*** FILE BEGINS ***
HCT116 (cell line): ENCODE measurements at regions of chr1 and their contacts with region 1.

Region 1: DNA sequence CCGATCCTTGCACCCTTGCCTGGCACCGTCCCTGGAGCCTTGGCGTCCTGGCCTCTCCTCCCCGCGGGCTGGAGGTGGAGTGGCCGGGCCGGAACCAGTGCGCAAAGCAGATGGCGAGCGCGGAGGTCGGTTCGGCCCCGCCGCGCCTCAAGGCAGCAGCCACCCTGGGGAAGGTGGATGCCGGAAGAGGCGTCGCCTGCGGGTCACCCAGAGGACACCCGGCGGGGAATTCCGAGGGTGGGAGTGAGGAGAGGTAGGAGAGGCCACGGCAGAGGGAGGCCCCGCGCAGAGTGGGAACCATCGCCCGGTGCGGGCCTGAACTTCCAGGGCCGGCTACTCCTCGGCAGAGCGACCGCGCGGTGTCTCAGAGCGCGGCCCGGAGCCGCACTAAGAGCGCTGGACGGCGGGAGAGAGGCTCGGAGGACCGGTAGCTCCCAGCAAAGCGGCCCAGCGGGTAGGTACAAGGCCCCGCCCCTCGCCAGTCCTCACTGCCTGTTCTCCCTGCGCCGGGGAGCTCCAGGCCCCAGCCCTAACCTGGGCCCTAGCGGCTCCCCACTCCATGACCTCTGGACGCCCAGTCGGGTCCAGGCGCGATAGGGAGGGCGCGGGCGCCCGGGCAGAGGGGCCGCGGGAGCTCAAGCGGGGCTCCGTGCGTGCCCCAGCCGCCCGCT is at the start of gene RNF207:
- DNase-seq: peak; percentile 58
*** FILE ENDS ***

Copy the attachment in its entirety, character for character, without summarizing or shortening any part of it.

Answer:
HCT116 (cell line): ENCODE measurements at regions of chr1 and their contacts with region 1.

Region 1: DNA sequence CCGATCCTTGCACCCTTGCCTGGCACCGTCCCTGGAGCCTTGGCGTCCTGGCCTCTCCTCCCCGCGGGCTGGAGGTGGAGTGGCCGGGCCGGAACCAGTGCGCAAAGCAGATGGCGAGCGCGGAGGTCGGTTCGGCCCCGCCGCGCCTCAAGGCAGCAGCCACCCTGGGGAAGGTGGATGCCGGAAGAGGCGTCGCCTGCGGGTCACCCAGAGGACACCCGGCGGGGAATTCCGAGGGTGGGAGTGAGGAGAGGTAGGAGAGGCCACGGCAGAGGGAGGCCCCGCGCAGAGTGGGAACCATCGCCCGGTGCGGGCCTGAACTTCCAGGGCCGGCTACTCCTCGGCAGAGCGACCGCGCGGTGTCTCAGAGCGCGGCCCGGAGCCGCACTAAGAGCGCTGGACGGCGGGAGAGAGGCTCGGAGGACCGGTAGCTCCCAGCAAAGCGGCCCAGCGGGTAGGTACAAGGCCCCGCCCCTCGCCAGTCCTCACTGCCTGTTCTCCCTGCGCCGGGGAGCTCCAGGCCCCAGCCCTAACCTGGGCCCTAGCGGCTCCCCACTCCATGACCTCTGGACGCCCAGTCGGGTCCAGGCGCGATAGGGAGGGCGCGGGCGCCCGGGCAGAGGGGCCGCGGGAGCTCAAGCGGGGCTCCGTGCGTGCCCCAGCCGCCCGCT is at the start of gene RNF207:
- DNase-seq: peak; percentile 58